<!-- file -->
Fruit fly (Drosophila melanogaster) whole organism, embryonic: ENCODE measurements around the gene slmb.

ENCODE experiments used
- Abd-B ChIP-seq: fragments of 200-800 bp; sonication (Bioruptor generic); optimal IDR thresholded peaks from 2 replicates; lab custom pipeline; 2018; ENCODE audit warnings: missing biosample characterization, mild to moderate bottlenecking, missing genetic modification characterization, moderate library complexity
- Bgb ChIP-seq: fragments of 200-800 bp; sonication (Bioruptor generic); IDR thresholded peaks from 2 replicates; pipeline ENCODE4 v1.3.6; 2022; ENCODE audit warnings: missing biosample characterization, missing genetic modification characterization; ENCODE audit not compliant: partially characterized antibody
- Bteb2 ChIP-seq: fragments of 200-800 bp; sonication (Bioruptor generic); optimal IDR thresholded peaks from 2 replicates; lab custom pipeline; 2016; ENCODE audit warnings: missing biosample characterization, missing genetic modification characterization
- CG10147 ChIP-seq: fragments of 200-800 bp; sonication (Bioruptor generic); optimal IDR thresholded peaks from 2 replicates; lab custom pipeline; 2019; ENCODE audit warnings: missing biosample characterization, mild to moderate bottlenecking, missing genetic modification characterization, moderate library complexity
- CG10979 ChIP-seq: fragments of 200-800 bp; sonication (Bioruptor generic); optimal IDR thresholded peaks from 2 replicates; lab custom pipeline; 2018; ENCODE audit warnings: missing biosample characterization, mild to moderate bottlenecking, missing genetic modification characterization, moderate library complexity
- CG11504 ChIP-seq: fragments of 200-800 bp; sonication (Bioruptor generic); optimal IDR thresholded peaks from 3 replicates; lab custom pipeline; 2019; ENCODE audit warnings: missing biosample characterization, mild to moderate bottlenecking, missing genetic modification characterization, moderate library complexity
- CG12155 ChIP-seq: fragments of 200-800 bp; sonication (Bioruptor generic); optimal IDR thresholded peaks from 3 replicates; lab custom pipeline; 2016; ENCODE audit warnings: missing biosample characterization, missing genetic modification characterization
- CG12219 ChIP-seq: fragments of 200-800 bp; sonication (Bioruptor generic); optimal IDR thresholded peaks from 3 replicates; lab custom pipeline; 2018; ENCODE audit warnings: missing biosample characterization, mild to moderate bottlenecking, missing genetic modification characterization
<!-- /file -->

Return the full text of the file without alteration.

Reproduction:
Fruit fly (Drosophila melanogaster) whole organism, embryonic: ENCODE measurements around the gene slmb.

ENCODE experiments used
- Abd-B ChIP-seq: fragments of 200-800 bp; sonication (Bioruptor generic); optimal IDR thresholded peaks from 2 replicates; lab custom pipeline; 2018; ENCODE audit warnings: missing biosample characterization, mild to moderate bottlenecking, missing genetic modification characterization, moderate library complexity
- Bgb ChIP-seq: fragments of 200-800 bp; sonication (Bioruptor generic); IDR thresholded peaks from 2 replicates; pipeline ENCODE4 v1.3.6; 2022; ENCODE audit warnings: missing biosample characterization, missing genetic modification characterization; ENCODE audit not compliant: partially characterized antibody
- Bteb2 ChIP-seq: fragments of 200-800 bp; sonication (Bioruptor generic); optimal IDR thresholded peaks from 2 replicates; lab custom pipeline; 2016; ENCODE audit warnings: missing biosample characterization, missing genetic modification characterization
- CG10147 ChIP-seq: fragments of 200-800 bp; sonication (Bioruptor generic); optimal IDR thresholded peaks from 2 replicates; lab custom pipeline; 2019; ENCODE audit warnings: missing biosample characterization, mild to moderate bottlenecking, missing genetic modification characterization, moderate library complexity
- CG10979 ChIP-seq: fragments of 200-800 bp; sonication (Bioruptor generic); optimal IDR thresholded peaks from 2 replicates; lab custom pipeline; 2018; ENCODE audit warnings: missing biosample characterization, mild to moderate bottlenecking, missing genetic modification characterization, moderate library complexity
- CG11504 ChIP-seq: fragments of 200-800 bp; sonication (Bioruptor generic); optimal IDR thresholded peaks from 3 replicates; lab custom pipeline; 2019; ENCODE audit warnings: missing biosample characterization, mild to moderate bottlenecking, missing genetic modification characterization, moderate library complexity
- CG12155 ChIP-seq: fragments of 200-800 bp; sonication (Bioruptor generic); optimal IDR thresholded peaks from 3 replicates; lab custom pipeline; 2016; ENCODE audit warnings: missing biosample characterization, missing genetic modification characterization
- CG12219 ChIP-seq: fragments of 200-800 bp; sonication (Bioruptor generic); optimal IDR thresholded peaks from 3 replicates; lab custom pipeline; 2018; ENCODE audit warnings: missing biosample characterization, mild to moderate bottlenecking, missing genetic modification characterization